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December 12, 2019

Failure of Accountability - Part I

Cindy A. Rose

It took Nikolas Cruz murdering 17 students at Marjory Stoneman Douglas in Parkland to highlight Broward County school’s Restorative Justice Practices.  Maybe we can use the tragedy of John Weed losing his life while attending the Great Frederick Fair this past September to discover those same practices in Frederick County Public Schools?

There were multiple tragedies at the fair on September 19.  A man lost is life; two young boys lost their futures; two sets of families were torn apart.  Our community still mourns as we struggle to understand what caused the events that lead to a man’s death.

Some people demanded the Board of Education terminate Fair Day.  Others created a petition to have minors exempt from the fair without an accompanying adult guardian.  Neither of those unmasks the cause of the tragedy, nor will they prevent fights from happening in the future.  First, the assault didn’t happen during school hours and nothing prevents accompanied minors from splitting with their adult chaperones once inside the fair grounds.

I do, however, believe there is something we, as a community can do proactively.  If parents and the public want to make a demand on the Board of Education and FCPS, I suggest they demand an accounting into the Restorative Justice disciplinary practices.

Restorative Justice (RJ) is, in theory, based on discipline that is victim centered with focus on offender accountability.  Trained facilitators in RJ procedures are supposed to bring together the victim and the victimizer to help the perpetrator understand the negative effects of their actions.  Discipline is itself supposed to be a positive experience.  In reality rules and responsibilities are being assailed.  Punishment in its true meaning is turned into a negative and an opportunity for acceptance and redemption is removed.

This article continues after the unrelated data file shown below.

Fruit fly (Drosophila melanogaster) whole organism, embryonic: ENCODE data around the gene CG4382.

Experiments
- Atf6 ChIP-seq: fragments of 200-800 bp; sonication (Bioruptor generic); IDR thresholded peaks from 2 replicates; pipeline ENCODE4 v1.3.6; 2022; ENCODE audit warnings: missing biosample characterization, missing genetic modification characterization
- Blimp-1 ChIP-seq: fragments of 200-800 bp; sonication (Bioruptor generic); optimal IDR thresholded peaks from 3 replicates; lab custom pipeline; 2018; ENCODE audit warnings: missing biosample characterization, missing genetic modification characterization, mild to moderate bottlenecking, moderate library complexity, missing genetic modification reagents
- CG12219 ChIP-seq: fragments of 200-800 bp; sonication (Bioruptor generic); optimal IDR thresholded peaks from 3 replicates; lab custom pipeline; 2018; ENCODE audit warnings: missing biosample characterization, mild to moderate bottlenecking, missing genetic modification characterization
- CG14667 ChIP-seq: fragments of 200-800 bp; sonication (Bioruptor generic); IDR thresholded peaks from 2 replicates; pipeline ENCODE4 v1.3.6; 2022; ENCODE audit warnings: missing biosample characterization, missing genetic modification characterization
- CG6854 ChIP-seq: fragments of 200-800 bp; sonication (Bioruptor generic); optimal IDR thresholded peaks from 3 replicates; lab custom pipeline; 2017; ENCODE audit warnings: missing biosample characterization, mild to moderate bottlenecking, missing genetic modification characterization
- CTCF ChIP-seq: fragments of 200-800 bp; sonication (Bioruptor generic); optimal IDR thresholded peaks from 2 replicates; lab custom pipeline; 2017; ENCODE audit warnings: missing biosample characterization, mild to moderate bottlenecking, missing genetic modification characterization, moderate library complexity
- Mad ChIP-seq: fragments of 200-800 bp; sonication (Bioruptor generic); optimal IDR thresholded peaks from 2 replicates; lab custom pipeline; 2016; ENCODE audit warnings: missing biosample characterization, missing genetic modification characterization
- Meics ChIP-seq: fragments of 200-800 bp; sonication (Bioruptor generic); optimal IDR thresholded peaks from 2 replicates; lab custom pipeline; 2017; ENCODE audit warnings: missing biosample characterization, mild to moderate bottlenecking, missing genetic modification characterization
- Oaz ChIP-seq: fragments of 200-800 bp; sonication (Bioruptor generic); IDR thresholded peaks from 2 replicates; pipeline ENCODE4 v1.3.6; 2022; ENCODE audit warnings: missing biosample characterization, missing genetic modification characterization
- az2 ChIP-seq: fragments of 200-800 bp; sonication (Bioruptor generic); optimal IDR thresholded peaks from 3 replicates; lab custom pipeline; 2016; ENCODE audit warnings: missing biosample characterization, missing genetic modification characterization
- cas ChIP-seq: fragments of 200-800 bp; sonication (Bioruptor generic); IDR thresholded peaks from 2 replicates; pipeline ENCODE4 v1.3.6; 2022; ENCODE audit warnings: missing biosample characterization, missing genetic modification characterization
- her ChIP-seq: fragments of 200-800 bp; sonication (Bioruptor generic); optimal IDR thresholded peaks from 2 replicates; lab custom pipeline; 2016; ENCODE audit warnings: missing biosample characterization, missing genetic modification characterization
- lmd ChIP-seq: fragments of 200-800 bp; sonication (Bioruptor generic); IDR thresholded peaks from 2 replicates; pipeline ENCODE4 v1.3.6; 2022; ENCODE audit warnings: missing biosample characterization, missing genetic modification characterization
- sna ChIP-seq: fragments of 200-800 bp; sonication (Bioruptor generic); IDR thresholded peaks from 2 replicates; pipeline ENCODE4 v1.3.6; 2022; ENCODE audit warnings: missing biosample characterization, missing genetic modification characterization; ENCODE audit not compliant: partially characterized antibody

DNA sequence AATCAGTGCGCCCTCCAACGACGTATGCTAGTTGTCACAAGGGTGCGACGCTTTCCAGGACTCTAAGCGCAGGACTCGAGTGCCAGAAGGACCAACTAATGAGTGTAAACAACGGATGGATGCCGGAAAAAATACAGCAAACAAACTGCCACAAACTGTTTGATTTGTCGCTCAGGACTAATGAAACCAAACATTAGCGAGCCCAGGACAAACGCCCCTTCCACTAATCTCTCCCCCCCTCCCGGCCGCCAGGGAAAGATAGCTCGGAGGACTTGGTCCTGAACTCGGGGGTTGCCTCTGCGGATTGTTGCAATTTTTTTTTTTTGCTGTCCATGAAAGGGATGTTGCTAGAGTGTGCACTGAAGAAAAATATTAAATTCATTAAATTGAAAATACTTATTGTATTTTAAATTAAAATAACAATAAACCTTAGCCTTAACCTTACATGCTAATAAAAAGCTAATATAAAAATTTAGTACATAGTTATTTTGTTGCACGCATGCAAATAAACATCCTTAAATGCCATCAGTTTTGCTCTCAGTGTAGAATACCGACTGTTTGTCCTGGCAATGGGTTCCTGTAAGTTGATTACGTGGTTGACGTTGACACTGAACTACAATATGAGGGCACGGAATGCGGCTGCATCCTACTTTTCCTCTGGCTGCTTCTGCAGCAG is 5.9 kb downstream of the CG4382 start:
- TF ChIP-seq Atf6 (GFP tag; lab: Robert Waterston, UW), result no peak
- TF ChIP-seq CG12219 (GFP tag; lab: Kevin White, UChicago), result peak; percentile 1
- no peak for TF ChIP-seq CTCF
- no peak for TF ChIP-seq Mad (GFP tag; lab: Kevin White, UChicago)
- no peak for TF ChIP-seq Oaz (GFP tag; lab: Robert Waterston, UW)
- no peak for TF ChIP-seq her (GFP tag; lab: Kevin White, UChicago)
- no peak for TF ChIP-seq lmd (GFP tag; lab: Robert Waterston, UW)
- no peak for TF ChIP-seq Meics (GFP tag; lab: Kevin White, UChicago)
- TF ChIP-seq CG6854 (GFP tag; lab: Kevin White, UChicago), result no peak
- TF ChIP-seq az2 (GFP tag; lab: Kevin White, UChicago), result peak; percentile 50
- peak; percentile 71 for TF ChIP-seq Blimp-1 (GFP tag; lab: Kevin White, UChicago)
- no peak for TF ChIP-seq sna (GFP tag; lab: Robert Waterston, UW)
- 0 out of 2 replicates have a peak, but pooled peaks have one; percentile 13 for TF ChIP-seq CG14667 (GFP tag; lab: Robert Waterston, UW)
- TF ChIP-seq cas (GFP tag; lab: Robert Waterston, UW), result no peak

Restorative Justice involves a stepped up process that gives the offender multiple infractions before any real discipline is dispensed (if ever).   Discipline starts small and escalates with each occurrence.  These are the practices that created the Parkland shooter.   Those who could do something did not.  Problems were minimized and ignored until 17 young people were murdered.

My guess is the two boys who assaulted Mr. Weed at the fair, escaped a lot of “meaningful” discipline from Frederick County Public Schools.   Rumors of their school behavior do not paint a pretty picture.

FCPS will be quick to blame the parents of the two assailants who surely bear some responsibility.  However, I’ll wager FCPS does not have clean hands.

If you want to know how hard it is to discipline a student at FCPS, take a look at their Regulation 400-08.  “After exhausting positive behavior interventions and supports provided by school personnel, the following consequences will occur [emphasis added].”  Sadly for some victims of bullies, discipline never happens.  Sometimes the victim is forced to change schools while the bully gets to remain in his home school with his friends.   Often schools are terrorized by the same student or students until they graduate, drop out or get incarcerated.

Teachers report students have threatened other students and staff and have been returned immediately to the classroom.  Parents have reported their child has been assaulted on Tuesday and the offender is still in school on Wednesday.

Why?

Check back on Thursday, December 19 for Part II and “Why”?



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